This week we'll be concerning ourselves with Six Nations bonus points & the Heineken Cup.
This week we will mostly be concerning ourselves with bonus points and the Heineken Cup…
Bonus points for the Six Nations?! It's the end of civilisation isn't it?
We're not entirely sure why it should be. A look down the last ten tournaments shows that bonus points or not, barely a jot of difference would have been made to the standings.
Of course, the bonus points would have had an effect on the mindset of some teams and maybe you'd have had more attacking line-outs instead of penalty kicks at times. So results could have been different.
But it's the nature of what is there to win that differentiates the Six Nations from its southern hemisphere counterpart.
The Rugby Championship is played home and away for starters. So you can argue that, in terms of the overall standings, you are looking at making a minimum of making a net gain in championship points from fixtures. The All Blacks might argue that coming away from South Africa with a losing bonus point is not a bad result if they can deny the Boks the same back home. The rule of thumb is that you have to win your home games – we all know how much of a difference home ground advantage can bestow.
That's not a factor in Europe, where the one-off fixtures mean some teams have significantly tougher schedules than others, not least because some will play at home three times, some only twice. Just looking at this year: Ireland and Wales host two of their three harder games at home, while England and France have to travel twice out of the three. It's already a slightly skewed schedule by nature, awarding bonus points would skew it even more.
Of the games against Italy and Scotland, matches which coaches of the other four would surely think would be possible to get a try bonus point from, England host both of them at home, while the other three would have to travel at least once – travelling to Italy is significantly harder then hosting them. Ask France.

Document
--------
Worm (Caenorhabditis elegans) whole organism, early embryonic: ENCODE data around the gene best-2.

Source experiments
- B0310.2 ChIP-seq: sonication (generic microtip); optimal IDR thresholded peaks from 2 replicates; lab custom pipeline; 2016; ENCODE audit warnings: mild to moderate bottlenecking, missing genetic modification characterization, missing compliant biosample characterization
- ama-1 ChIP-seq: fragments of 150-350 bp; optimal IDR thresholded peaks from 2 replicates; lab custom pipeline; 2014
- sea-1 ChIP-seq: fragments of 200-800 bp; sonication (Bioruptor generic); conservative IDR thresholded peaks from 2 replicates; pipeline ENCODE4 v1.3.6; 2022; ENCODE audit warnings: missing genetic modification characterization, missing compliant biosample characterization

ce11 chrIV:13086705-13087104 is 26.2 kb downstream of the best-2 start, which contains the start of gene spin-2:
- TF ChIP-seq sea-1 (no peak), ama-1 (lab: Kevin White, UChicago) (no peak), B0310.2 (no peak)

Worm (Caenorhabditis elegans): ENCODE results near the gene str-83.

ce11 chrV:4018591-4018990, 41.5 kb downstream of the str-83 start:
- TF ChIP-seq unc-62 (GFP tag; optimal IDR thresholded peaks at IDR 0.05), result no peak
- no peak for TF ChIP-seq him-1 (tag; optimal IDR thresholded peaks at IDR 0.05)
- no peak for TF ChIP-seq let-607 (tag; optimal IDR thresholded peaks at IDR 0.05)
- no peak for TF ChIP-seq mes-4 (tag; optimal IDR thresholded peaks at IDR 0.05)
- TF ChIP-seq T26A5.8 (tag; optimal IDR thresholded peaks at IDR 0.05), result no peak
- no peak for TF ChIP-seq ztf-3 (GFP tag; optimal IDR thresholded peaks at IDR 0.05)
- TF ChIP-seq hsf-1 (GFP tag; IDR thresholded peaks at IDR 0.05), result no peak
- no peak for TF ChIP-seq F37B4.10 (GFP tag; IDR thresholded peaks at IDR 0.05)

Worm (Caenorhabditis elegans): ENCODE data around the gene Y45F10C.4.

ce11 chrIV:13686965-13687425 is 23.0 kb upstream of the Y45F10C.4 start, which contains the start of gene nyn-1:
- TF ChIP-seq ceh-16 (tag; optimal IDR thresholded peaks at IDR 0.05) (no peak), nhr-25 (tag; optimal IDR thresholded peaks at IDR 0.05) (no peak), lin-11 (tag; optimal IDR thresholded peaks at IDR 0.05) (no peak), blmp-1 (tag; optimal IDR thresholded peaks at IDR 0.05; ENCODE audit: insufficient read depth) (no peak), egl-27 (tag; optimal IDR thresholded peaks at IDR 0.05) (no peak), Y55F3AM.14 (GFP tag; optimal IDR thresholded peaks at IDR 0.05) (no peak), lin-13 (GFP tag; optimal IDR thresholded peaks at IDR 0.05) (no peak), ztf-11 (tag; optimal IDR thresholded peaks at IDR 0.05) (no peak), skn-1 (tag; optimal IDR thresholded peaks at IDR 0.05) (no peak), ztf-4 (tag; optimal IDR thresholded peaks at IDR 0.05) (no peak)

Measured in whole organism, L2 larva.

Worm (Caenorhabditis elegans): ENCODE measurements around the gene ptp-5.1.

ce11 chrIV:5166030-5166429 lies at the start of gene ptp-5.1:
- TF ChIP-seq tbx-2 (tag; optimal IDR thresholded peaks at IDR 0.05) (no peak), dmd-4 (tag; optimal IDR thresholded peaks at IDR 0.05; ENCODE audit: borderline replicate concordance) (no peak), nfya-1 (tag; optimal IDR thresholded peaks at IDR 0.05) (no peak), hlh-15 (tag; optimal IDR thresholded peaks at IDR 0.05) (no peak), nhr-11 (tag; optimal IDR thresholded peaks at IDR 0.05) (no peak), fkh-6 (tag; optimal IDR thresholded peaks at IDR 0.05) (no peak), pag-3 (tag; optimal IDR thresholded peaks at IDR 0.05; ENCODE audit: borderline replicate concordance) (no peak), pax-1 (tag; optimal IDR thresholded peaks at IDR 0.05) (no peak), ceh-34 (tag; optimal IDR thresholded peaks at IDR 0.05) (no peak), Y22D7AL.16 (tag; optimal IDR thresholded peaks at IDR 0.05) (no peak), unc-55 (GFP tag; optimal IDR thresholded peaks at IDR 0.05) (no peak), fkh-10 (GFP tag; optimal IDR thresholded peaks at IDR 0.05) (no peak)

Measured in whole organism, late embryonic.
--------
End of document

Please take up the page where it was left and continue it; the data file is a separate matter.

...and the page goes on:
Then there's the nature of what's up for grabs. Even the possibility of a team winning the championship by pipping the Grand Slam winners on bonus points devalues the prize. Suffer no illusions: it is the Grand Slam which is cherished above all other prizes on offer. The same goes for the Triple Crown, even more susceptible to having its winner finish behind one of the vanquished teams.
It's understandable that try bonus points are being debated. After all, Wales won their Grand Slam last year despite scoring three tries fewer than third-placed Ireland. England, who ironically are said to be the most vociferous supporters of the bonus point proposal, finished above Ireland despite scoring fewer than half of Ireland's 13 tries. Clearly a way of encouraging teams to open up might need to be found.
But using the bonus point system goes too far. There's no long season to catch up, no return matches to redress the schedule strength imbalance, too much opportunity for the competition table to be flawed because of the schedule and, need we remind, the generally miserable February/March weather.
What would be the best compromise in our view is to change the way things are decided. At the moment, points difference separates tied teams in the table: why not separate tied teams on tries scored? And if that is equal, try difference? Reward attack and defence through the course of the tournament, not just per game.